The pampas grass beside the henhouse had a short season to flower; it was quickly blasted by a heavy frost. And yet, protected as the spot is between henhouse and pines, this particular group of grass did manage flower heads and then seeds. Now those same flowers gather snow and shake it off in showers of their own when the wind finds them.
This ragweed hangs low with the snow it's collected and its days of bothering me with sneezing fits and runny eyes are over. Later in the winter, when the snow begins to melt, I'll cut the meadow with a scythe and it will start anew in April.
Friday, December 5, 2008
I was overjoyed to find the pond's surface still clear but mottled by snow flakes, blown into tiny white clusters and breaking the surface up into a reflection you might find with a dirty mirror. The pines (above) along the western shore reflect beautifully on this mottled surface. better even, I think, than had it been crystal clear. It is not imperfect when it is more interesting this way.
And along the eastern shore, by the bridge where fishermen cast all summer long, the surface calls to skaters. They're not allowed, of course, but the call is clear just the same. When I walked near the pond a few days ago, it had begun to melt and the rocks thrown across the ice by children were dropping to the bottom one by one. Even a branch skidded across the surface rested at the edge of a break and threatened to submerge. Now it, too, is gone from view.
Stand beside the water and look down at your feet, half sunken in the slushy muck and then jump back a step or two to higher ground. Look into the water at the pond's edge and you will see clear to the bottom. The oranges of autumn are gone and replaced by winter's light blue and grays.
Friday, November 28, 2008
Punching in a little telephoto and the two planets resolve a little bit. It was chilly (32 degrees) as I stood in the backyard and shot these. But it was pleasantly calm and clear. Just about perfect but for our neighbor, Sam, who chose this moment to drive out his lane. I knelt and enjoyed the view while I waited for his truck to pass and motor north on S. Clayton Road.
Finally, I wanted to have a closer look at Venus. This is a 12x shot with the camera alone; no telescope is needed to see that Venus is a disk and not a point of light like a star. Compare it, in fact, to the stars that share this frame. One star (just to the left of Venus) looks as though it will soon be occluded or perhaps grazed by Venus passing just above.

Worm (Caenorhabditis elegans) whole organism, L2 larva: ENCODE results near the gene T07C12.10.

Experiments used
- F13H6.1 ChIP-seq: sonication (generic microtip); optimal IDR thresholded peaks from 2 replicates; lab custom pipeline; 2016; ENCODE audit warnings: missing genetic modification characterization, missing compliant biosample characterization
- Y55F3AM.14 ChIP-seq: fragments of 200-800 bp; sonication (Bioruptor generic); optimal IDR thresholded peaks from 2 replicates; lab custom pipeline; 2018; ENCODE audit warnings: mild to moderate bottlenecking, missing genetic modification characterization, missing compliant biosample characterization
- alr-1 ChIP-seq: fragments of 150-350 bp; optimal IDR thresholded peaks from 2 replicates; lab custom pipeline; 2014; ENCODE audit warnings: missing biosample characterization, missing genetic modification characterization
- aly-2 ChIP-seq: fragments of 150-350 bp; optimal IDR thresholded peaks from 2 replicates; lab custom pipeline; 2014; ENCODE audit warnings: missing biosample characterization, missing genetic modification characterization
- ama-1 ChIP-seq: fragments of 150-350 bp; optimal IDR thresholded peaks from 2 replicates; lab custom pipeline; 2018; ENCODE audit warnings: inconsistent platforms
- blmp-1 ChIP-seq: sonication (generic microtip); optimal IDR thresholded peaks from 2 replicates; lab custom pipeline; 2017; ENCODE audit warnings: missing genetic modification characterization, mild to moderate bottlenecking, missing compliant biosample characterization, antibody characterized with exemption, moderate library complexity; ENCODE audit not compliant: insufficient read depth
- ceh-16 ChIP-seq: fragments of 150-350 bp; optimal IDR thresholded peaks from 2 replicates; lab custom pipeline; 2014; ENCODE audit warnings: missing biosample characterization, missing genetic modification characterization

So much for this astronomical event unless the weather forecast is totally bogus. But what an excellent view, even without the moon joining in!
And this shot (below), taken from our back porch, shows the planets sandwiched in between our now-leafless Sycamore and a pine (that's the roof of the barn to the right on the pine).
And so that's likely the end of it for me. Clouds moved in overnight and it's been raining most of the morning. There's almost no chance I'll have another look at this conjunction.
On the WCPO (Cincinnati, channel 9) morning news, they mentioned how they had received numerous calls about the two lights in the southwestern sky. Doesn't anyone follow astronomical happenings any longer? What could be more exciting than the chance alignment of two planets, all visible from our own backyard?
ADDED (#2): Saved by Jerry Drumheller, a friend at Cornell University (Ithaca, NY), who took the shot below as he was leaving Carpenter Hall (the Engineering Library) and heading home for the day. He took this picture as he walked across the parking lot. Finally, a view of all three objects as they huddled closely. Thanks, Jerry!
Below is how the two planets were positioned on Sunday, 11/23:
And here (below) is the same shot without the text labels. This picture was taken from our backyard, aimed over the pines that line the southwest corner of the property.